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Briana Elliot

05 July 2014
Staff Training Outline
LIBR 261A
I.

TRAINING TOPIC: Fugitive literacies (Bernier, 2014) in our


library!
a. Goals/Learning Outcomes: Basic introduction to fugitive
literacies, youth-produced materials; fuel staff inspiration
for incorporation/collaboration of these new materials in
OUR library.
b. Build on generated positive morale of staffs POV towards
the YA patrons served & current advocacy work. (TIME: 50-

II.

60 minutes)
INTRODUCTION (6-10 minutes)
a. Introduce myself, brief background/education, importance
of topic
b. Ice breaker: (anticipated 24-25 people)
i. Organize staff in circle, facing in; pair them off with
person to the left of them: Intro in one sentence
describing job responsibilities relating to YAs in the
library & name one adjective describing YAs served
in library.
ii. Each pair brainstorm what they think fugitive
literacies and youth-produced materials are;
describe different format(s).
iii. Take volunteers (toss bean bag), briefly report back
to larger group; write ideas about fugitive literacies

next to adjectives describing youth population


III.

NEED: whiteboard, pens


POWER POINT PRESENTATION (need: projector, screen,
mic)
(10 minutes)
a. WHY youth-produced fugitive literacies (DEFINE,
according to Bernier, 2014) & how they compliment our
existing materials: ALL staff can engage in new ways with
YAs, educators & community, etc.
b. Emphasize positives of youth self-esteem, community
engagement & YAs inspiration w/new youth-made
materials (relevancy to Subject specialist, administrative
staff/community relationship, inquisitive interns,
circulation/reference staff helping YAs and/or educators,
etc.)
c. Brief slide show sharing fugitive materials, focus on print
(zines, newspapers, magazines), digital (mag./news.), webbased/technology (blogs, podcasts, websites) (examples
from Berniers 2014 Fugitive literacies PP, see link below)
i. RELEVANCY to job titles: i.e. Technical support: sets
up links to web-based youth-produced materials for
easy access; administration has something new to
share w/community & for fundraisers, library
webpage links, etc.
ii. New circulation, shelving, organization
responsibilities of fugitive print materials; new
DISPLAYS for print materials.

IV.

HANDS-ON STATIONS (as suggested by Free training library)Presenting youth-produced materials (10-15 minutes)
a. Prepare ahead of time ~3 different stations, break up into
groups of 5-6 people to circulate. (NEED: computers,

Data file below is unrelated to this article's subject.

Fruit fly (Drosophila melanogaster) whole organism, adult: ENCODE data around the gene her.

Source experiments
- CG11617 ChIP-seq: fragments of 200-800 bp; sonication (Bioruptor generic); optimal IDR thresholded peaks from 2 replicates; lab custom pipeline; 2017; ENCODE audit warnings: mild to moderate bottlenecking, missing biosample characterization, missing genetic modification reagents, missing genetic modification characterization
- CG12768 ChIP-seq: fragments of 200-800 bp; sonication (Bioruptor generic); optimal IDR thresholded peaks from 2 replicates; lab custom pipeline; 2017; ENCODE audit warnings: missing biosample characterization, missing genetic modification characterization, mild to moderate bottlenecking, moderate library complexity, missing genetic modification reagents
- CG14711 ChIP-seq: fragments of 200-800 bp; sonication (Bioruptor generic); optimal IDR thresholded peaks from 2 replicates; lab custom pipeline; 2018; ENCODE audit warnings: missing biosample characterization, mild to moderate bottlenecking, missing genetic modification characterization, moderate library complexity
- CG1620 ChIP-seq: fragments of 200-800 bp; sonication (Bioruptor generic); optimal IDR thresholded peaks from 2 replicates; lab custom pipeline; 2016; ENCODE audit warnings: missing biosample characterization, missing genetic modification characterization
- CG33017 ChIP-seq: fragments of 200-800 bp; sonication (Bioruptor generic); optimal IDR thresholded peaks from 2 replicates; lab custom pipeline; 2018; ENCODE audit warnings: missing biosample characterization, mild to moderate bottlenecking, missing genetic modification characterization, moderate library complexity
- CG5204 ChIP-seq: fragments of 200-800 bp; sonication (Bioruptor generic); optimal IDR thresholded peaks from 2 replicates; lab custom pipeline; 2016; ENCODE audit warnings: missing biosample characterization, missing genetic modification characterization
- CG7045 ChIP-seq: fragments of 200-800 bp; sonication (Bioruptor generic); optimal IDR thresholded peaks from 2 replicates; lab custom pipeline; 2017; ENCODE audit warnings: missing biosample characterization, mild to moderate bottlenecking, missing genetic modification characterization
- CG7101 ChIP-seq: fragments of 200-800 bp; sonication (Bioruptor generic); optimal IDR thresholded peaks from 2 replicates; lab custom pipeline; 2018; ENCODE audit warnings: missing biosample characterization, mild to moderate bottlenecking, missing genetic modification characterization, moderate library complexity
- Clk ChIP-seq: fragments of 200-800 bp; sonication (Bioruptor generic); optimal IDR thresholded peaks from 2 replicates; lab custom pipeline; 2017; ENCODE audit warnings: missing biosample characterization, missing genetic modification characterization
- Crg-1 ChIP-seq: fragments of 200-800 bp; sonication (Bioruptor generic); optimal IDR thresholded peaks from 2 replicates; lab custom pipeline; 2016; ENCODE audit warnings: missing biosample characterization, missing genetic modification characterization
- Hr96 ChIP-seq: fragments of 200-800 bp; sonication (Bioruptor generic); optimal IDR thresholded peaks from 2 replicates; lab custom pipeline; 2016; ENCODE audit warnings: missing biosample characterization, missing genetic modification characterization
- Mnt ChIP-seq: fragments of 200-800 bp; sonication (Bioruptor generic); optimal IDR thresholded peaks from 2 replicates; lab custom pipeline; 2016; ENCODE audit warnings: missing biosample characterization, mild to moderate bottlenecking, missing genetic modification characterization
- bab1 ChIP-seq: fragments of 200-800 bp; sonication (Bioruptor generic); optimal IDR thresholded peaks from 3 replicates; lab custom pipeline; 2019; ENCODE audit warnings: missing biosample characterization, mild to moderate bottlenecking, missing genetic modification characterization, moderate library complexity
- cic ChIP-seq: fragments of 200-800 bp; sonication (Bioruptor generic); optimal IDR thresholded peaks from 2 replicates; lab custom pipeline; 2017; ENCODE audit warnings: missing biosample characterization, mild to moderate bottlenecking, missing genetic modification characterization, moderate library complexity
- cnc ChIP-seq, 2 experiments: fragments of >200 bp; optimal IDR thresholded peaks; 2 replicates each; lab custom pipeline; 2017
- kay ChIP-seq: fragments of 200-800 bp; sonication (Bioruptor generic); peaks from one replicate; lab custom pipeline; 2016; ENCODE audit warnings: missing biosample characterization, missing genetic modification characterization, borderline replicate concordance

tables, chairs, pencils)
i. 2-3 computer stations with diff. links pulled up
already displaying websites, podcasts, digital
materials, etc.
ii. 1-2 tables with diverse print-based fugitive
literacies; try to acquire relevant, LOCAL (if
possible), youth-produced items (zines,
school/advocacy newspapers, poetry compilations,
etc.)
iii. 1-2 tables displaying potential examples of youthproduced work from OUR LIBRARYs YA
programs/workshops in PAST. (Poetry, surveys,
artwork, collaborations, etc.)
b. HANDOUTS: lists of links to well-designed youth-produced
materials, photos of zines/magazines, etc. (Reference
Berniers (2014) Fugitive PP); further reading: Bartel
(04), Bernier (07)
c. Have group members actively discuss/note what they find
inspiring, applicable to our youth/our library, achievable YA
project ideas, etc.
i. Pay attention to subject matter/content, advocacy,

V.

themes
REJOIN & DISCUSS (5-10 minutes)

a. Briefly discuss reactions, comments to point IV. c. (above);


generate applicable ideas, potential school/teacher
collaborations, workshops
b. How can our own current YAs (and TAGs) be involved in
first acquiring materials (& then PRODUCING our own?)
VI.

(Comm. Surveys!)
CONCLUDING Q&A: Where CAN we go from here? (5 minutes)
a. Types of youth-produced materials are BEST (easy/difficult)

VII.

for US?
FINAL EVALUATION OF PRESENTATION (5-10 minutes)
a. Implementation of training method eval./survey (learning
objectives achieved? Future steps? Presentation
critique(s)? analyze objectives?)

REFERNCES
Bartel, J. (2004). From A to zine: Building a winning zine collection in
your library.
Chicago, IL: American Library Association. Retrieved
from https://sjsu.instructure.com/courses/1085109/files/33468437?
module_ite m_id=7268053.
Bernier, A. (2014). The fugitive literacies of young people. [PowerPoint
slides].
Retrieved from http://amazon.sjsu.edu/htmlabernier/Fugitive_Literacy/player.html.
Bernier, A. (2014). Training Resources. [Lecture]. Retrieved from
https://sjsu.instructure.com/courses/1085109/files/33468443?
module_ite m_id=7268065.
Bernier, A. (2007). Not broken by someone elses schedule: On joy and
young adult
literacies. In Chelton, M.K. & Cool, C. (Eds.), Youth
information-seeking
behaviors: Theories, models, and issues.
Second Edition. Lanham, MD:
Scarecrow Press. Retrievsed from
https://sjsu.instructure.com/courses/1085109/files/33468439?
module_ite m_id=7268052.

Free management library. (2014). Designing training plans and


learning objectives.
Retrieved from
http://managementhelp.org/training/systematic/designingtraining.htm
Wayne State University. (2014). Icebreakers and teambuilders:
Learning
communities.
Retrieved from
http://lc.wayne.edu/pdf/icebreakers_teambuilders.pdf.